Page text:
Business Roundup for Monday, April 7.

The Twitter logo is displayed on a banner outside the New York Stock Exchange (Andrew Burton/Getty Images)

NEW YORK (AP) -  U.S. stocks are sagging at the close, pushing the broader market to its longest losing streak since January. Declines were led by financial firms and consumer discretionary companies, which provide goods and services that are not must-haves for shoppers. High-growth technology stocks also continued their slump from last week, although the declines weren't as severe. The Standard & Poor's 500 index fell 20 points, or 1.1 percent, to close at 1,845 Monday. It was the third straight down day for the index, its longest losing span since late January. The Dow Jones industrial average dropped 166 points, or 1 percent, to 16,245. The Nasdaq slipped 47 points, or 1.2 percent, to 4,079. Fashion accessory company Fossil Group and used car retailer CarMax slid 4 percent. CarMax reported disappointing results Friday.

DETROIT (AP) — Ford is recalling nearly 435,000 cars and SUVs to fix rusting frame parts or faulty seats. The bigger of the two recalls covers Ford Escapes from the 2001 through 2004 model years for the rust problem, which the automaker says can hamper steering control. The second recall covers Ford Fusion, Lincoln MKZ, Ford Escape and C-MAX vehicles from 2013 and 2014. Dealers will replace seat back frames that weren't welded properly.

INDIANAPOLIS (AP) — U.S. Steel says its largest mill is on limited production, because of a shortage of iron ore. The problem has been the ice covering Lake Superior, which has prevented ships from delivering enough ore. The Gary Works mill in Indiana had to shut down its furnaces for about a week because of the shortage, but U.S. Steel says some shipments got through yesterday.

TORONTO (AP) — Target is finding it difficult to crack the Canadian market. A year after opening more than 100 stores north of the border, sales have been weak and Target has lost nearly a billion dollars. Among the problems Target is struggling with are Canadian regulations, a slower economy and increasing competition. Some Canadian shoppers say they find the deals and the shopping experience at the Canadian stores just aren't the same as when they cross the border and shop at a Target in the U.S.

NEW YORK (AP) — Sen. Charles Schumer is pushing for a change in the federal tax code intended to give a financial boost to live theater around the country. Schumer's proposal would allow 100 percent of any live theater investment to be deducted up to $15 million per production. That's similar to benefits currently granted to film and TV projects. Schumer say the change would create more shows nationwide, and provide a financial boost to hotels, restaurants and taxis.

ABU DHABI, United Arab Emirates (AP) — The director of the International Air Transport Association says the world needs a global standard for tracking planes to avoid another disappearance like that of Malaysia Airlines Flight 370. Tony Tyler told a small media gathering in Abu Dhabi that the cost of tracking will have to be examined in any decision, but he'd like to see a standard in place by the end of the year.

DALLAS (AP) — U.S. airlines are drawing fewer complaints these days. Researchers from Wichita State University and Embry-Riddle Aeronautical University say consumer complaints to the government are down 15 percent, despite more late flights and mishandled bags. The researchers grade airlines on on-time performance, mishandled bags, bumping passengers, and complaints to the government. Virgin America topped their ratings, while American Airlines' regional affiliate American Eagle ranked at the bottom.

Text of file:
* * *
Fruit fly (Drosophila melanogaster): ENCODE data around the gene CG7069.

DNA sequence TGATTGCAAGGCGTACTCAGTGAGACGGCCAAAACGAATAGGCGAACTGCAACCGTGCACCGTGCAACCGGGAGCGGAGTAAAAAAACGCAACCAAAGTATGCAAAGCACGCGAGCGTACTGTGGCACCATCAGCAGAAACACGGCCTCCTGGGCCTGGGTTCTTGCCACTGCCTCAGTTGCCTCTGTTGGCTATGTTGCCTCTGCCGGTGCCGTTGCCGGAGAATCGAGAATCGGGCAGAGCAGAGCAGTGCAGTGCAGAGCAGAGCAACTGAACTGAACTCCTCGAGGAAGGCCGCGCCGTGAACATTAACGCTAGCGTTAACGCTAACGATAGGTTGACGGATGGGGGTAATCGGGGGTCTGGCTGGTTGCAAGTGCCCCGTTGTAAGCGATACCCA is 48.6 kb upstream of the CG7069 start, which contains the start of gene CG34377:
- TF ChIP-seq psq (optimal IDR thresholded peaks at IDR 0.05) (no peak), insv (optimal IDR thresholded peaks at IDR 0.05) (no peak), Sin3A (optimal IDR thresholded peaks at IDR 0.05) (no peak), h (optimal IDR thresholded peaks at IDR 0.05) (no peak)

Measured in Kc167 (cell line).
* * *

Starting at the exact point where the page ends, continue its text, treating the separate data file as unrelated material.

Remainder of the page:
WASHINGTON (AP) — The Supreme Court has rejected a challenge to bans on campaign contributions by corporations. Iowa Right to Life had asked the court to hold that corporations have the same constitutional free speech rights as individuals to make campaign contributions.

ANAHEIM, Calif. (AP) — Questcor Pharmaceuticals says it's being bought by an Irish company. Mallinckrodt makes a range of specialty pharmaceuticals and its purchase of Questcor will diversify its business. Questcor's primary product is a gel (H.P. Acthar Gel) used in the management of autoimmune and inflammatory conditions. The combination stock and cash deal is valued at about $5.2 billion. Questcor stockholders will receive cash and shares worth approximately $86.10 per Questcor share.

HONG KONG (AP) — A sell-off of Internet and technology stocks that started on Wall Street spread around the globe today, with such companies in Asia hammered by worries about the sector's excessively high valuations. The dollar inched up against the yen and fell against the euro. Benchmark U.S. crude oil fell but remains above $100.50 a barrel.

WASHINGTON — There's only one major economic report scheduled for release today. It's February's consumer credit data from the Federal Reserve. On Tuesday, the Labor Department will release its job openings and labor turnover survey for February. After the market closes today, Alcoa will report its quarterly financial results.

BERLIN (AP) — Scientists and government representatives have begun a weeklong meeting in Berlin on climate change. They say the goal is agreement on keeping global temperature increases below 2 degrees Celsius (3.6 F) by the end of the century. The head of the United Nations scientific panel has urged governments to bridge their differences.

WASHINGTON (AP) — A major new survey finds that fewer Americans are going without health insurance after the initial signup season of the Affordable Care Act. The Gallup-Healthways Well-Being Index released today finds the share of adults without health insurance shrank from 17.1 percent at the end of last year to 15.6 percent for the first three months of 2014.

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